Why do we make functional groups? That might come across as the dumbest question of the year, but there’s actually a point behind it. The majority of functional groups present in the synthetic intermediates in a synthesis don’t make it to the target - they are consumed, mostly in coupling reactions to form carbon-carbon bonds. Furthermore, those key bond-forming reactions tend to be particular to the union of specific functional groups; carbonyl groups to perform aldol reactions, vinyl iodides and boronic acids for Suzuki couplings, and so on. So why not cut out the middleman, and couple the simple fragments? Well, C-H bonds tend to be very unreactive, and even the simplest alkyl or aryl fragments present a significant selectivity issue - how do you choose just one C-H out of the multitude? But these issues don’t deter chemists like the team led jointly by Junichiro Yamaguchi and Kenichiro Itami at Nagoya University in Japan.1
What we’re talking about here is C-H activation, an area of intense synthetic study and a buzzword bingo winner when applying for research grants.2,3 What the Japanese team demonstrates in this synthesis of dragmacidin?D is the state of the art, uniting all the key fragments using C-H bond couplings. The target isn’t particularly new - a rather neat synthesis by Brian Stoltz and his team at the California Institute of Technology, US, was published in 2002, completing the target in a relatively efficient 17 steps.4 But by cutting out functional group transformations, the Japanese team has trimmed that back to an extremely economical 12.
The group started the campaign with one of the most venerable C-H activations - and by cheating slightly. The union in question was that of an iodoindole with a C-3-substituted thiophene (both derived from commercial starting materials in two or three steps), using a modification of the Heck coupling. The ’cheat’ was using a halide atom on the indole to direct the reaction. However, the group still had to overcome a selectivity issue with the thiophene, as both the C-2 and C-4 C-H bonds are reactive.
Flick the switch
The team overcame this issue by judicious choice of protecting group on the hydroxyl group. Using a small methyl group led to unselective reaction, but switching to the bulky triisopropylsilyl (TIPS) group blocked reaction at C-2 and gave the team a reasonable yield of the desired regioisomer (figure 1).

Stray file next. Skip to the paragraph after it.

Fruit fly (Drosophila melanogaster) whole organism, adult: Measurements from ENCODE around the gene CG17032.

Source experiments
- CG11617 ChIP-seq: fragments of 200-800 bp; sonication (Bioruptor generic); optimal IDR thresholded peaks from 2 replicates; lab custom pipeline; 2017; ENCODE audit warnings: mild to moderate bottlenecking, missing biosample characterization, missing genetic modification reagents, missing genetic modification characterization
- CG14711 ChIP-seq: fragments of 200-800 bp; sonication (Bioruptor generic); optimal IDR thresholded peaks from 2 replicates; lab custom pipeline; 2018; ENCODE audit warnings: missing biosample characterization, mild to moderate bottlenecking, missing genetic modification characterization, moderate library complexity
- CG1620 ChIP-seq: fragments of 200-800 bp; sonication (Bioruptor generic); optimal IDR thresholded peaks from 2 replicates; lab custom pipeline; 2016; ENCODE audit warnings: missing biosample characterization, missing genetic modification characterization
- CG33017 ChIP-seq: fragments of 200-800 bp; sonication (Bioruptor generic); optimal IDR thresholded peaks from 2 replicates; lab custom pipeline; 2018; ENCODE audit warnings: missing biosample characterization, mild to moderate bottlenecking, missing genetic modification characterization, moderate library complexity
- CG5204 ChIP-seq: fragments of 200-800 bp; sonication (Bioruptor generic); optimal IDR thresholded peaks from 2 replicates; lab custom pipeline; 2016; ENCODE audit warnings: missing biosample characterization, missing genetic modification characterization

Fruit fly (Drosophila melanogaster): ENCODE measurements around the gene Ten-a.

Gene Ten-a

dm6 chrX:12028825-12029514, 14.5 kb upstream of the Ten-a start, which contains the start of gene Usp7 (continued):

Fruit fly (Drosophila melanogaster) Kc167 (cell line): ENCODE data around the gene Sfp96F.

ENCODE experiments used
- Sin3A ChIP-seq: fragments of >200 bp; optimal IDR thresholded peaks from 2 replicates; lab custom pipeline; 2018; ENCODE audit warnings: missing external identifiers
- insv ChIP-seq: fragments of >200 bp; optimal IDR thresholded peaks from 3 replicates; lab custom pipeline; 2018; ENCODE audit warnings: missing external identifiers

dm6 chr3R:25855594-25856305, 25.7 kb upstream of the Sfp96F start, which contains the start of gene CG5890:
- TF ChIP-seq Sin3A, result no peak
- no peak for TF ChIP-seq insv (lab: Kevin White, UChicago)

Treating the protected hydroxythiophene with tetrabutylammonium fluoride (TBAF) removed the bulky silicon-based protecting group, while reaction with Raney nickel (fine grains of an activated Al-Ni alloy) reduced the thiophene, unmasking a methyl ketone. A little protecting group shenanigans took them to the point of their next reaction - bolting on a pyrazinone ring. The team used the fact that pyrazinones are in equilibrium with pyrazine N-oxides, facilitating a palladium catalysed coupling of two unfunctionalised C-H bonds in a satisfying yield (figure 2).
Simply treating the resulting N-oxide with trifluoroacetic anhydride switched the isomers, revealing the pyrazinone group, readying the team for the final coupling. This was to append a further indole moiety, using an oxidative Friedel-Crafts-type reaction, mediated by trifluoroacetic acid. Happily, this also removed both methoxymethyl (MOM) protecting groups from the other indole section (figure 3).
Two further reactions were required to get to the target: brominating the methyl ketone to provide a synthetic handle (a rare example of functional group transformation in this synthesis), then displacing that bromine with Boc-protected guanidine, leading to cyclisation with the ketone.
Although not entirely devoid of functional group transformations, this synthesis and those like it point towards an ideal strategy, where only coupling reactions are required. However, C-H activation is still in relative infancy - we’ve come a long way, but there’s so much more to do.
Paul Docherty is a science writer and blogger based in Reading, UK
1 D Mandal et al, J. Am. Chem. Soc., 2011, DOI: 10.1021/ja209945x
2 D Alberico, M E Scott and M Lautens, Chem. Rev., 2007, 107, 174 (DOI: 10.1021/cr0509760)
3 H M L Davies and J R Manning, Nature, 2008, 451, 417 (DOI: 10.1038/nature06485)
4 N K Garg, R Sarpong and B M Stoltz, J. Am. Chem. Soc., 2002, 124, 13179 (DOI: 10.1021/ja027822b)